The Land that Time Forgot
Steve Richards and Alex Massie can’t both be right. Richards has argued in the Guardian (‘Scotland is going it alone’):
Scotland becomes more markedly different than ever. In Scotland the NHS is spared the haphazard revolution in England. The education secretary, Michael Gove, is powerless to impose his resolute will on schools in Scotland and the same applies to his other more evangelical colleagues moving England rightwards. Without doing very much Scotland becomes more different because of what is happening in England. The limited powers handed over to the Scottish parliament are precisely the ones that partly protect it from the ideological mission of the Westminster government. The cautiously incremental New Labour settlement becomes the basis of historic distinctiveness.The distinctiveness will deepen whatever happens in the referendum.
Massie thinks there’s little difference (‘Two Nations, two cultures?‘):
Whatever one thinks of the government’s plans for the NHS (and I try to avoid thinking about health policy) it is nonsense to suppose that placing a cap on benefits amounts to “dismantling” the welfare state. Nor, I think, has Michael Gove proposed abandoning universal education. (And if schools are part of the “welfare state” then what isn’t?) Be that as it may, it is doubtless the case that Scots like to think of themselves as being a morally superior, social-democratic kind of place but, in truth, this is often an example of the Scottish ability to kid or otherwise flatter ourselves. Because while Scots may say they are more left-wing than the English they do not tend, on the whole, to hold very different opinions.
There’s something funny about Richards revelation – visitors to Jockoland ‘discovering’ Scottish politics when they are up for the festival in quasi-anthropological tones is always amusing, but not as funny as Massie’s analysis. He is what Phil Mac Giolla Bhain calls ‘evidence resistant’ in Minority Reporter. Massie’s attempt to erode and erase any cultural / political differences between Scotland and England is essential to identifying a Pax Britannica that justifies and sanctions Austerity Unionism.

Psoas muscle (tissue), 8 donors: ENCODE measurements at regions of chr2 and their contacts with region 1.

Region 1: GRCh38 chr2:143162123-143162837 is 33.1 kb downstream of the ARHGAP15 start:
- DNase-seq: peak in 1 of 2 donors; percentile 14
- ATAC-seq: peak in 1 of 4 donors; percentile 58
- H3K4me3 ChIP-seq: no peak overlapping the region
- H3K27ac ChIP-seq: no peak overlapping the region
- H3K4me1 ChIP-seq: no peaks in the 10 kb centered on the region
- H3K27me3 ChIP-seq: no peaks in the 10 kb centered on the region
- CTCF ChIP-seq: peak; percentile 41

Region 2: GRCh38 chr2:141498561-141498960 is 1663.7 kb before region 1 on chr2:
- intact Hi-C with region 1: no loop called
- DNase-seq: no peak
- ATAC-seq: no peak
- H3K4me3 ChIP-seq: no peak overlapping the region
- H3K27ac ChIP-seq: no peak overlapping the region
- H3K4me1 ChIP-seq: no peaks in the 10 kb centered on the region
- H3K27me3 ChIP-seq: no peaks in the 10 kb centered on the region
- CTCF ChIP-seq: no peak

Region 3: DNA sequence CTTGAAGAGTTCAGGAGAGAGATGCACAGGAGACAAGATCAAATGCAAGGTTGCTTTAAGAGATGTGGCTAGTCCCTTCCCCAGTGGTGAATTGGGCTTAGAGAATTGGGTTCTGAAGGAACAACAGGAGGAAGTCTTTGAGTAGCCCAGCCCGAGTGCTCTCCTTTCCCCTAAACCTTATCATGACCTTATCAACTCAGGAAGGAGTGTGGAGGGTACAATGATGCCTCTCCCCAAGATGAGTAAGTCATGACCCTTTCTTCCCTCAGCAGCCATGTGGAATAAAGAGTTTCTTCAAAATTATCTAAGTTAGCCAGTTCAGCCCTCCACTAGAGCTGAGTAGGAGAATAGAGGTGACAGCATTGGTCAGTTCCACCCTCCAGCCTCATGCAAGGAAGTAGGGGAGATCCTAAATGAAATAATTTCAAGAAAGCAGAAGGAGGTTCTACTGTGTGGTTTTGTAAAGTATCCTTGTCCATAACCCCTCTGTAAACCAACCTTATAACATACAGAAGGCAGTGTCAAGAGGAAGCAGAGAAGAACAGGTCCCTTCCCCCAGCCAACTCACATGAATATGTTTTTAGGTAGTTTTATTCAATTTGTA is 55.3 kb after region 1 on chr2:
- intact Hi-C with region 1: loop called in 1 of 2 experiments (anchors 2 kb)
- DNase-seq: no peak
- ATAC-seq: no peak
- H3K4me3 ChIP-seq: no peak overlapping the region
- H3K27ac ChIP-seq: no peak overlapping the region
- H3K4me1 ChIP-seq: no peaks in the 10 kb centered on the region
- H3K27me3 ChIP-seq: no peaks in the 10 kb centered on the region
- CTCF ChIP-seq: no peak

His wishful thinking about a right-wing reverie for thirty years of failed economics bares little scrutiny.
Richards is at least conscious of what’s going on, though his analysis does unfold as he speculates about the positivity of a post No settlement: “Many who will oppose independence next year support devo-max and will not forgive Westminster if it does not deliver. If there is only a puny devo-max deal after a defeat for independence, there will soon be calls in Scotland for another referendum.”
Will there? This is very hopeful thinking.
If establishment Scotland is this freaked out by the democratic process as it has seemed this week – it seems a huge stretch of the imagination to see the Better Together parties emerging blinking from victory clutching a positive case for more powers. A series of their own outriders have explicitly rejected this in the last week, but any such a move would also be dependent on not just some sort of unlikely Scottish unionist vision but acceptance and backing from their UK and Westminster parties. There will be no such mood for this.
But there’s an irony in Massie’s Forsythesque dewy-eyed Thatcherism versus Richards overly-perky views. As Gerry Hassan pointed out today (‘London Scots and the Referendum’) Andrew Neil, Iain Martin, Fraser Nelson, James Naughtie and Andrew Marr represent a slew of emigre Scots who have been assimilated by London, they are more Borg than Borgen. But it is not just their view, but our overly-deferential treatment of their views that creates a real problem:
The Marr-Naughtie BBC elite illustrate the crisis of liberal London and England, given the reality of that city and English politics; the Neil cohort is even more illustrative for it has chosen to validate and popularise the reactionary march of British politics, and denigrate and undermine anything which doesn’t conform to their free market mindset.
There are big issues in this. The London Scots feel they are close to real power and have influence themselves on big, grown-up decision makers. The increased focus of wealth, power and status in London makes many domestic Scots feel they don’t have the status or confidence to oppose this view of the world, challenge it, or map out an alternative course.
The road to London is well worn but it’s also another expression of a phenomenon that some deny exist at all. Hassan again: “Perhaps the most salutary point is that the BBC considered the best person for the job to be someone whose direct experience of Scotland, Edinburgh Festivals apart, was 36 years ago. The powers that be either think he is quick on the uptake, or that not much has changed north of the Border in more than three decades.”
This is Massie’s line, a land where selling off public housing is the cutting edge of policy innovation. Writing today Kevin McKenna also points out to our two countries taking very different paths, sensing an imminent UKIP breakthrough he sees this only getting more stark, not less: “Britain under the coalition government at Westminster has become colder, more ruthless and more aggressive. The Lord only knows what it will look like with Ukip in the coalition mix. It’s now time for the Yes campaign to become cold, ruthless and aggressive in telling Scots what has really become of England and show them the road map out of it.”
This is the Land that Time Forgot according to the Borg Scots trapped in the failed thinking of the long 1980s: where nothing has changed, nothing will change because nothing needs to change because nothing is wrong. Have you got that?